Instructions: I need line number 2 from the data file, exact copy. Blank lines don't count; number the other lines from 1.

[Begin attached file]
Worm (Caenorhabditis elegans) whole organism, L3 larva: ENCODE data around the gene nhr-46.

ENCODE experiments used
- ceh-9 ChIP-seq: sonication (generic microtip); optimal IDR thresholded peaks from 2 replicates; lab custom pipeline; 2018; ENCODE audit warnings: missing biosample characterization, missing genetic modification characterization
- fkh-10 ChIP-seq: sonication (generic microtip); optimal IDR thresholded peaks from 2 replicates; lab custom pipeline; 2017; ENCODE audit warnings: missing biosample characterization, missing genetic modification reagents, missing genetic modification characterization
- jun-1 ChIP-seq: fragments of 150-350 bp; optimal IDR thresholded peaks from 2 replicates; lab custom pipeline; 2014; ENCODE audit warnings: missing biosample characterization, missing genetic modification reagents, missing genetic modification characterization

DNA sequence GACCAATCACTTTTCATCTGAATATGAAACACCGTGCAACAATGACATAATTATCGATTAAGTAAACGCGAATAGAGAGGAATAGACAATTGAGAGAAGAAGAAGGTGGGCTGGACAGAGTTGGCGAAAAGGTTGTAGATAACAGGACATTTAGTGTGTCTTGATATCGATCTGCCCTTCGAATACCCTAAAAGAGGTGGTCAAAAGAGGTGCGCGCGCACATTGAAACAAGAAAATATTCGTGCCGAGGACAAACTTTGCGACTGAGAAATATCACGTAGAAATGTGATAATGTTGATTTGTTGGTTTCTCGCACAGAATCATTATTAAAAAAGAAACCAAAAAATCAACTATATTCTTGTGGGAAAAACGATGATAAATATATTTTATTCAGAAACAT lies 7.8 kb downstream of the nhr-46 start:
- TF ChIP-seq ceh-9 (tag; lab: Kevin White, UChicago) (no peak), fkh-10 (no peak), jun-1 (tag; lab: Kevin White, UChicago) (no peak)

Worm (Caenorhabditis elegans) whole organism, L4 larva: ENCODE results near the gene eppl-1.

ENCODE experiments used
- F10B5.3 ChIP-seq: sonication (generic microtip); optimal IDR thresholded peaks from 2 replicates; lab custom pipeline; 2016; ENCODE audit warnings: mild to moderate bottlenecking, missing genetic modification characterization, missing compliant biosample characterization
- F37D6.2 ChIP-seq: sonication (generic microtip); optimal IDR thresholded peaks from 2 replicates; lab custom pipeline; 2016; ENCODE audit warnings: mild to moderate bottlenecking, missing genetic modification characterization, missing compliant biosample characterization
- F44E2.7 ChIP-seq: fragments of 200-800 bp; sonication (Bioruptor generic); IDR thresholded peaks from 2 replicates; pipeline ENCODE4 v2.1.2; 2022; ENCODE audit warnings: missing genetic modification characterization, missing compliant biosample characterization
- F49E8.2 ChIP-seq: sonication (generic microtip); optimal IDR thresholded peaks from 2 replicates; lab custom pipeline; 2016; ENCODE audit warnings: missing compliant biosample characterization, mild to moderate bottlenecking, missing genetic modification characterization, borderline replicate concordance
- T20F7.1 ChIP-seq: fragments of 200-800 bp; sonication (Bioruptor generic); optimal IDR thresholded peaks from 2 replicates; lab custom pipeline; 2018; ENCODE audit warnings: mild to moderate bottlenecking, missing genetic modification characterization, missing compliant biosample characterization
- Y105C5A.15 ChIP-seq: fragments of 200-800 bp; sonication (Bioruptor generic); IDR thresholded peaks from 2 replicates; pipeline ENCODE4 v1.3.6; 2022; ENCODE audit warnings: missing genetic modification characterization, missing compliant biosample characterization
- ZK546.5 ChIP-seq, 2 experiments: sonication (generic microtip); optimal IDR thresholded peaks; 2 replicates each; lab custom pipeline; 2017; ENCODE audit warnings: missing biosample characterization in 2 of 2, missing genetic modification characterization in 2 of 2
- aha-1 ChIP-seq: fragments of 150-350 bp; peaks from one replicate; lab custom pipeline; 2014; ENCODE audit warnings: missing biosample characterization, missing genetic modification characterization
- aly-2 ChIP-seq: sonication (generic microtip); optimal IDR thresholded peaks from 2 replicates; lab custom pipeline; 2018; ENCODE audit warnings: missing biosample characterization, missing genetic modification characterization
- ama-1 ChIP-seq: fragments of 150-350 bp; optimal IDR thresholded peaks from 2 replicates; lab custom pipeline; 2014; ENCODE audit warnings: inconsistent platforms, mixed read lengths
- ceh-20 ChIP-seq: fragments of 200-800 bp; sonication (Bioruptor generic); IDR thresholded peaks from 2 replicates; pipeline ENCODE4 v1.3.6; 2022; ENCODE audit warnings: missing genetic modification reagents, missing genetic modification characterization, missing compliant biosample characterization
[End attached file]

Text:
ENCODE experiments used